NBA 2K23 has officially launched. Between the excitement surrounding gameplay, player ratings, cover stars, and everything else around the game's launch, Ronnie Singh has been at the center of what is a massive event each year.
Also known as Ronnie 2K, Singh has seen NBA2K reach heights that never felt possible when the franchise first put Michael Jordan on their cover in 2011. In an exclusive interview, Singh covered launch day, player ratings, celebrity involvement, the game's community, and the NBA2K team that makes everything possible.
Note: This interview has been lightly edited and condensed for clarity.
Walk me through this time of year, what does it look like for you?
"This game means so much to the culture, and there are so many people that are in our community, so it's about making sure our player base is really happy. Which also of course includes the NBA players that play our game, the celebrities, the athletes," Singh said. "So today, I'm sending a lot of codes to people. I dropped off the game to Travis, PG, and some of the people that I'm really good friends with. The cultural momentum that this game has, launch day just gets bigger and bigger, and to be honest quite overwhelming, but really exciting as well."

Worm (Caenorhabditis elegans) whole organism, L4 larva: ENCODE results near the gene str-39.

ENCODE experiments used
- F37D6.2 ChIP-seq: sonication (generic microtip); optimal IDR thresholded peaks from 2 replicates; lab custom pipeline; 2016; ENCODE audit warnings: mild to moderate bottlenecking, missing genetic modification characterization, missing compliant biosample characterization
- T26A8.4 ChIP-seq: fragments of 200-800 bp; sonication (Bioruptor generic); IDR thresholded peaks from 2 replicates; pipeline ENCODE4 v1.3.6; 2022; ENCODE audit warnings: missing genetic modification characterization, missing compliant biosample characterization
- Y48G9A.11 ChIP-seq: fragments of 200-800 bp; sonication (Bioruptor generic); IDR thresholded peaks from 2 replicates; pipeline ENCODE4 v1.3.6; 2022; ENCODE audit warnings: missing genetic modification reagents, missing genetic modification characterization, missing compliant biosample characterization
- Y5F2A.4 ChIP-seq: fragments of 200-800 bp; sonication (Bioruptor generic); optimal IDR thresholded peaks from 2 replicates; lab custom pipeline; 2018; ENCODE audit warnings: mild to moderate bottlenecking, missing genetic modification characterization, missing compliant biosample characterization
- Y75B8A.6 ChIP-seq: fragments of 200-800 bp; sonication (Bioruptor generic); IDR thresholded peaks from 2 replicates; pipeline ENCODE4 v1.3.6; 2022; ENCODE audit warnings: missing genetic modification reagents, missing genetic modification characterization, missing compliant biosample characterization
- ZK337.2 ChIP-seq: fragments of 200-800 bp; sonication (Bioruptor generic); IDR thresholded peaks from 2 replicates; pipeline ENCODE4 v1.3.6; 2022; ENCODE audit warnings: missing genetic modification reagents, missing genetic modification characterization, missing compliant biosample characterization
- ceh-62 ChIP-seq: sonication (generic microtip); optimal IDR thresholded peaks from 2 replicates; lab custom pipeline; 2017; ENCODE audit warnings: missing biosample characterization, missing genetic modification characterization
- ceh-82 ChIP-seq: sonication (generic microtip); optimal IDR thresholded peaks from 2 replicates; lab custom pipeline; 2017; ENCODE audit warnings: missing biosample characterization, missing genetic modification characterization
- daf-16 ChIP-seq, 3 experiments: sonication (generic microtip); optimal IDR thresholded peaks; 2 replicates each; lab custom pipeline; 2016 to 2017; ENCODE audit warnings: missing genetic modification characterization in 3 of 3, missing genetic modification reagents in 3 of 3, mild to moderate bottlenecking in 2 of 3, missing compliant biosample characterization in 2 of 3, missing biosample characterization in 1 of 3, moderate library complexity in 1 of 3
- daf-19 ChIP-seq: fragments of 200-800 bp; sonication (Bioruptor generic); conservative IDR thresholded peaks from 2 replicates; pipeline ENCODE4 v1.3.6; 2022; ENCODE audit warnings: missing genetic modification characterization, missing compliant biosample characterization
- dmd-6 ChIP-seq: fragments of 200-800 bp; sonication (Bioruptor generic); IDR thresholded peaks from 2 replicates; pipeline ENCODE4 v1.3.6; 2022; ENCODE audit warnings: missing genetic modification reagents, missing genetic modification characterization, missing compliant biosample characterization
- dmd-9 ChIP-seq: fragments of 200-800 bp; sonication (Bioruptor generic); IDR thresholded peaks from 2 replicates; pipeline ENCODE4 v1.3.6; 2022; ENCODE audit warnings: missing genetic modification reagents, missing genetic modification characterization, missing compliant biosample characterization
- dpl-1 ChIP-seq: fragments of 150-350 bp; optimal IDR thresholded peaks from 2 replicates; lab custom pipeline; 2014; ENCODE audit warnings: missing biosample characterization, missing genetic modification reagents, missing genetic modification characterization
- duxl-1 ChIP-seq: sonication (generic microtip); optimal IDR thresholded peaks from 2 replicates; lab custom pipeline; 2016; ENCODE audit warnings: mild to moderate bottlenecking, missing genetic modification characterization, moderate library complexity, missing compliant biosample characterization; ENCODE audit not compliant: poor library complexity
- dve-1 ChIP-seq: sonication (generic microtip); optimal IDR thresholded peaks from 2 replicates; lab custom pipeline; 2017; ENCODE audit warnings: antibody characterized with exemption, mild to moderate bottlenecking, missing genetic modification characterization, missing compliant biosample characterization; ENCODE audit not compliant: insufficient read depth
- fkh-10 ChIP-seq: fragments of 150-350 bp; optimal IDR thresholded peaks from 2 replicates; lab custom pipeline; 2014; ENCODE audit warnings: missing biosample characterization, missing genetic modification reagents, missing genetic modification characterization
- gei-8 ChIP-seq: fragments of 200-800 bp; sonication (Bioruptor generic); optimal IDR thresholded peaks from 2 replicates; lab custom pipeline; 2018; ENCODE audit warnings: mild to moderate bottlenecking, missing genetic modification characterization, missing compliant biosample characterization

As the face of NBA2K, Singh has an incredibly impactful role in the continued growth surrounding the game. From facilitating the involvement of celebrities and athletes, to personally interacting with the broader community, Singh understands the massive responsibility he has.
What is your role in all of this? You're the face in a lot of ways, so what does that mean for you and your role?
"I think I'm kinda like the funnel when it comes to the mass awareness people. I've maintained relationships with every bigger person who plays our game, but also our community, our player base really relies on me to keep them up to date with what's happening," Singh said. "Our game is no longer just drop it and leave it. There's updates every six weeks, significant ones with new music, new content in the game, new MyTeam cards, new clothing apparel, every six weeks. It's so much. So as the face of it all, I have a massive responsibility to reach our entire consumer base the best we can."